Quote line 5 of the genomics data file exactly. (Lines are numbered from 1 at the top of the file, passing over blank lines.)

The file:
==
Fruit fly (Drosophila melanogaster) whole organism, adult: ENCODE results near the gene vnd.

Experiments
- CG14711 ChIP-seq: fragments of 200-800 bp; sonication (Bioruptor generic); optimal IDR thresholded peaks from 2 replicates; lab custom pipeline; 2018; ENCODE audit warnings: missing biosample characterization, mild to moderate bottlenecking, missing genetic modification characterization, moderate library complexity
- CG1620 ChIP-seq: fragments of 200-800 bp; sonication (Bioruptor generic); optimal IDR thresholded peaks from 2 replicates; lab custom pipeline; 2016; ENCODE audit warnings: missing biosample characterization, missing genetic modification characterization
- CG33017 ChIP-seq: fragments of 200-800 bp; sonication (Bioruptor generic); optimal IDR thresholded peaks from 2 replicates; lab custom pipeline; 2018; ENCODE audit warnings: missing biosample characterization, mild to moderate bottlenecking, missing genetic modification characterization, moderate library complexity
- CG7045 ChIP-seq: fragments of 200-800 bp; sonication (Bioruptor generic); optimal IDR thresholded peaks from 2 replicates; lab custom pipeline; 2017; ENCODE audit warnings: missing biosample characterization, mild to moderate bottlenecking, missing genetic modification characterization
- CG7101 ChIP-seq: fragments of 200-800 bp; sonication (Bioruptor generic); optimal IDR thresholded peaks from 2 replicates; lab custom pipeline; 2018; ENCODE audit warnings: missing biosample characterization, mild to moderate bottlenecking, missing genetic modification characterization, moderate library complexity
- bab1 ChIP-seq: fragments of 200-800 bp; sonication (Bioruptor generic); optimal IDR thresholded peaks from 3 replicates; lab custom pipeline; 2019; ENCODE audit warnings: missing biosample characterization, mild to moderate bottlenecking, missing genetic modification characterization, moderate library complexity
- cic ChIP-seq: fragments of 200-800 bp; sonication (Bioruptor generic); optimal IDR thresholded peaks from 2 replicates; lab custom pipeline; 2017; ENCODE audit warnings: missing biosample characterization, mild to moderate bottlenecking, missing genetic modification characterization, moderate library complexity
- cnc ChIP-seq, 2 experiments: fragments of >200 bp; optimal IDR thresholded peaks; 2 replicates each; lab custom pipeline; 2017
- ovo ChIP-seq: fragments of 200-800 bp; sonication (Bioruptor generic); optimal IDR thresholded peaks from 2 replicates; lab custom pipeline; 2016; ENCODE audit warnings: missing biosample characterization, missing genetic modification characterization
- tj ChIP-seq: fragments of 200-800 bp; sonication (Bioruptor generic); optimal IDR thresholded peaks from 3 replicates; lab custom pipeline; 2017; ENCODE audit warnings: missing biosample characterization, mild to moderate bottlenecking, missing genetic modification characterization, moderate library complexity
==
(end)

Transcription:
- CG33017 ChIP-seq: fragments of 200-800 bp; sonication (Bioruptor generic); optimal IDR thresholded peaks from 2 replicates; lab custom pipeline; 2018; ENCODE audit warnings: missing biosample characterization, mild to moderate bottlenecking, missing genetic modification characterization, moderate library complexity